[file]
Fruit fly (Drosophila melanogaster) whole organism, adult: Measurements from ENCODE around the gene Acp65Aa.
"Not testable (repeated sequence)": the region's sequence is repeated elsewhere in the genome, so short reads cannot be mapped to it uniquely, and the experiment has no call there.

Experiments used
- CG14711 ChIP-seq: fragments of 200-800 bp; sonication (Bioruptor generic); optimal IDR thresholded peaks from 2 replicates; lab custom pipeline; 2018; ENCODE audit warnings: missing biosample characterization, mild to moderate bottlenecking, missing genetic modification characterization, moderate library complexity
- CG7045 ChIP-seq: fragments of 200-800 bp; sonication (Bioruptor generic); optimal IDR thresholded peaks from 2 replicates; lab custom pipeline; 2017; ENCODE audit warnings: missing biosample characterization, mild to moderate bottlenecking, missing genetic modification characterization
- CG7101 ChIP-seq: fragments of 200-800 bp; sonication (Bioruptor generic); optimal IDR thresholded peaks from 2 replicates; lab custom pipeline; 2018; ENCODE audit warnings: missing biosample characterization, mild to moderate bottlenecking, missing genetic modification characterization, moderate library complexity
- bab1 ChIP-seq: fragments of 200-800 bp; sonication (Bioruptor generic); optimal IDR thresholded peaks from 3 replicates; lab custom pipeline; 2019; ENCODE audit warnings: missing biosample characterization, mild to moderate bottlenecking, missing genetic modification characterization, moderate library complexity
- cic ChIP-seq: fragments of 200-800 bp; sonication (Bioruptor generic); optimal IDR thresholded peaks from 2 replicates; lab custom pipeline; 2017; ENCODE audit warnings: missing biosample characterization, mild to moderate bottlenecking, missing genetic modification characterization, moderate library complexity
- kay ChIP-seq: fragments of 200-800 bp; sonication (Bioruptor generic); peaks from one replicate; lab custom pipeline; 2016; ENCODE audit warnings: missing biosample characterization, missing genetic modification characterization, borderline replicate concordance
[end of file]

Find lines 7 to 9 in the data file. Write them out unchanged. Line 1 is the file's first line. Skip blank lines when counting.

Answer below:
- bab1 ChIP-seq: fragments of 200-800 bp; sonication (Bioruptor generic); optimal IDR thresholded peaks from 3 replicates; lab custom pipeline; 2019; ENCODE audit warnings: missing biosample characterization, mild to moderate bottlenecking, missing genetic modification characterization, moderate library complexity
- cic ChIP-seq: fragments of 200-800 bp; sonication (Bioruptor generic); optimal IDR thresholded peaks from 2 replicates; lab custom pipeline; 2017; ENCODE audit warnings: missing biosample characterization, mild to moderate bottlenecking, missing genetic modification characterization, moderate library complexity
- kay ChIP-seq: fragments of 200-800 bp; sonication (Bioruptor generic); peaks from one replicate; lab custom pipeline; 2016; ENCODE audit warnings: missing biosample characterization, missing genetic modification characterization, borderline replicate concordance